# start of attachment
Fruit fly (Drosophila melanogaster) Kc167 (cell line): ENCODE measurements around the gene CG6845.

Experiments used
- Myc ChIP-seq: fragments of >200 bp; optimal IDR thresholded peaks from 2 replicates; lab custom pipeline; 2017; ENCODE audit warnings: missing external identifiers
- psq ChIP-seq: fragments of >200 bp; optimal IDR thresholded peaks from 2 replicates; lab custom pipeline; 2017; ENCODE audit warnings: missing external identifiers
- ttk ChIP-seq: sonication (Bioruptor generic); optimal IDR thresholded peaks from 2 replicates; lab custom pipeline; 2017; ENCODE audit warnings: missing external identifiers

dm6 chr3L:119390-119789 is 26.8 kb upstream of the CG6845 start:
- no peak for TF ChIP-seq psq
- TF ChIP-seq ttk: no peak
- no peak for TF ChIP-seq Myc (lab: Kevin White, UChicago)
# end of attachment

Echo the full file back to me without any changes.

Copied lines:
Fruit fly (Drosophila melanogaster) Kc167 (cell line): ENCODE measurements around the gene CG6845.

Experiments used
- Myc ChIP-seq: fragments of >200 bp; optimal IDR thresholded peaks from 2 replicates; lab custom pipeline; 2017; ENCODE audit warnings: missing external identifiers
- psq ChIP-seq: fragments of >200 bp; optimal IDR thresholded peaks from 2 replicates; lab custom pipeline; 2017; ENCODE audit warnings: missing external identifiers
- ttk ChIP-seq: sonication (Bioruptor generic); optimal IDR thresholded peaks from 2 replicates; lab custom pipeline; 2017; ENCODE audit warnings: missing external identifiers

dm6 chr3L:119390-119789 is 26.8 kb upstream of the CG6845 start:
- no peak for TF ChIP-seq psq
- TF ChIP-seq ttk: no peak
- no peak for TF ChIP-seq Myc (lab: Kevin White, UChicago)